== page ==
Am I a hater? I am. I hate sin, beginning with my own. And you should, too, if you claim to follow Christ. The sin of Sodom was not that they simply were involved in sexual perversion. Their sin was that they approved of their perversion and refused to repent. It’s their lack of repentance that ultimately, eternally condemns a person. God doesn’t take one sin as more wicked than another – except the sin of refusing to repent. This is the sin He will not overlook. He never did and He never will. This was the ultimate sin of Sodom, the one that forced God’s hand and led to their destruction, the judgment of God. The same sin is what forces the hand of God today. A hardened heart toward God, a heart that will not repent, is the sin that condemns a person. There is no sin too big for God – except the sin of refusing to repent. Had Sodom repented, God would have relented. But they didn’t, and so Sodom is no more. God will deal with the perpetual liar, slanderer, gossip, thief, swindler, cheat, the same way. Refuse to accept God’s cure for lying, slandering, gossiping, stealing, cheating, and you too will go the way of Sodom.
The cure for a lifestyle of repentance is Jesus Christ. He’s not the cure for ensuring you’ll never sin again. But really getting serious about following Jesus, and asking Him to change your life will reduce your propensity to sin dramatically. Jesus is the cure to get life heading in the right direction – and this is what repentance of lifestyle is. It’s a new direction in a new way of living. Yes, you will stumble. But you will get back up, by the grace of God, and continue the journey in your new direction. This is what God offers us through faith in Jesus Christ. You’re right, you can’t help yourself. Enter Jesus Christ.
The same is true of you and me. We are not to make excuses for our sin. Doing so belittles the cross. It belittles Jesus’ mission. We need to take our sin seriously – because Jesus took it seriously. When you’ve repented of your sin, and when repentance becomes your lifestyle as a follower 0f Christ (it must), then you earn the fearful right to help others do the same. It’s not something to hold over the heads of others. It’s something we must approach with fear and trembling. We need to walk in a lifestyle of repentance from sin and a God-honoring approach to life. And then, we have an obligation and a clear calling from God (as did the 72 in Luke 10:1-12), to help others pursue the same.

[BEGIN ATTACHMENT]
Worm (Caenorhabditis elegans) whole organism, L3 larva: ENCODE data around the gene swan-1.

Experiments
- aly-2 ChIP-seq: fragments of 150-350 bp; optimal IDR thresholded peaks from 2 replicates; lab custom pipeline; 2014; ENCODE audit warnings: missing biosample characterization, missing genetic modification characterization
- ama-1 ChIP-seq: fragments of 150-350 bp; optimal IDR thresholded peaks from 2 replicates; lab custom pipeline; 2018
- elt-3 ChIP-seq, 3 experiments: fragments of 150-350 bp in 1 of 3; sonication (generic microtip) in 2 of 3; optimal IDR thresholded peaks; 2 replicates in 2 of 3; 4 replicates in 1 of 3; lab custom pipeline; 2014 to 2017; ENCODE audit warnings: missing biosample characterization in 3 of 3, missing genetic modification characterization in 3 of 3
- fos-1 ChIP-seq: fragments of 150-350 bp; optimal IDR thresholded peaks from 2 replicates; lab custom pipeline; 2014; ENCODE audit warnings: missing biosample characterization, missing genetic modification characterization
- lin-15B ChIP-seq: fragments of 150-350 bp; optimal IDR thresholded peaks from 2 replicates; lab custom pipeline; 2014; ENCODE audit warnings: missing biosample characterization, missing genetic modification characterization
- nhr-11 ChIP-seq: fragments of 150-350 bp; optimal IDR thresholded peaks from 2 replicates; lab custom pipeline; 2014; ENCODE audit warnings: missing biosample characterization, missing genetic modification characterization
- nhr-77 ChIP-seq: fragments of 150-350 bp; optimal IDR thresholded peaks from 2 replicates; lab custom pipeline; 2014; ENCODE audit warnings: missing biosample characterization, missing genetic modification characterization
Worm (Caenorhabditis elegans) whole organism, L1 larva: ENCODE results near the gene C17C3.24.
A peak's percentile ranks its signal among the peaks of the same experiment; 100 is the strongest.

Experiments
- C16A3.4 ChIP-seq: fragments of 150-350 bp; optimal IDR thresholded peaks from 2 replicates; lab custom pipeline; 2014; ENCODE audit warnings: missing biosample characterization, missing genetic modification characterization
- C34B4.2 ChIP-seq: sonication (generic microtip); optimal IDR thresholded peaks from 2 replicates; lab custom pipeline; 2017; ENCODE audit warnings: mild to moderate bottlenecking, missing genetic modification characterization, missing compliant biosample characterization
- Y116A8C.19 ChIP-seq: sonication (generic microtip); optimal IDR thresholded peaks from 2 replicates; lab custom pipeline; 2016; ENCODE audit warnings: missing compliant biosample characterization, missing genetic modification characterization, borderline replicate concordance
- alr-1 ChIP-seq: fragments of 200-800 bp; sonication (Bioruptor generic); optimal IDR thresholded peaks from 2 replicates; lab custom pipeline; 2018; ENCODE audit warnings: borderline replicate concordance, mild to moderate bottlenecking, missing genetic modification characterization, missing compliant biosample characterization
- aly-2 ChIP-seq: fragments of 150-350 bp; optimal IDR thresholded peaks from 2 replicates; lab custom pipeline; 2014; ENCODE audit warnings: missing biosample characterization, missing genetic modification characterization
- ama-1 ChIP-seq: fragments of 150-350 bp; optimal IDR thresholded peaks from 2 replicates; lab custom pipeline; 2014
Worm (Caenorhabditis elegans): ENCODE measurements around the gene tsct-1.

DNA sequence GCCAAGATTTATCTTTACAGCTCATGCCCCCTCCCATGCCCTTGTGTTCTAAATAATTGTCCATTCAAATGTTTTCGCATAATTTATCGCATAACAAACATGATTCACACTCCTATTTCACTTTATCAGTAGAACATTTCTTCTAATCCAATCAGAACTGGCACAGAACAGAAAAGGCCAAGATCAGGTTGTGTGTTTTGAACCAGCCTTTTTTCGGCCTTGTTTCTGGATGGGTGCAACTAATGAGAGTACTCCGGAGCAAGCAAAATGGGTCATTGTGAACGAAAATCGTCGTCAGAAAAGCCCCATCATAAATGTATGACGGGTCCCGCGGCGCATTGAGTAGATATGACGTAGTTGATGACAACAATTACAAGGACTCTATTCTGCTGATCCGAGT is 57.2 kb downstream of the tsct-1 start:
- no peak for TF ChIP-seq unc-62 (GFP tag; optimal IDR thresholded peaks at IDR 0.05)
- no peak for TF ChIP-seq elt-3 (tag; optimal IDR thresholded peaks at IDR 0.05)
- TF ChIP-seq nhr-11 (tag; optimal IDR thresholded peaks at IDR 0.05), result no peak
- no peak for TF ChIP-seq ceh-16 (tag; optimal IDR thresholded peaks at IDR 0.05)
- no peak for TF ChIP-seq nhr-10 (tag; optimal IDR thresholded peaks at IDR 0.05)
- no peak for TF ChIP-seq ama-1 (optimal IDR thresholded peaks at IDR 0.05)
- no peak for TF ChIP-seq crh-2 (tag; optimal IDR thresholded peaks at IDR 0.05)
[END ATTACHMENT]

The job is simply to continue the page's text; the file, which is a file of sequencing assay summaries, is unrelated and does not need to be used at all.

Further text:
A lack of repentance is hatred toward God. Think about it. Is it possible to love someone while ignoring what is most important to them? Again I say, think about this.
As Christ followers, we are to follow in His footsteps. We are to hate sin, beginning with our own. And, we are to love people – deeply. But loving people doesn’t mean we are to accept their sin. Did God accept the sin of Sodom? Of course not. Is it possible to separate sin from a person? Only when that sin is dealt with through saving faith in Jesus Christ. Only God can deal with the sin He hates while loving the person guilty of that sin. Only God can remove sin from a person – and this is what must happen if a relationship with God is to begin. Until sin is dealt with by Christ Himself, as a result of faith in Him and His payment for sin, it is impossible to separate the guilt of sin from the person who is guilty.
Miss Jesus and you miss the Big One. It makes little difference what else you may accomplish in life, but if you reject Jesus, you’ve missed everything that matters. What matters most in life is that you know your sins are forgiven, and that you have a real relationship with God. This is made possible through the death of Jesus Christ. As Sodom couldn’t escape the punishment of God, nobody who knows about Jesus, who hears the good news of God dealing with sin through the death of His son and rejects Him, can escape. If you really hate sin, and you really love God, then accepting Jesus is the obvious choice.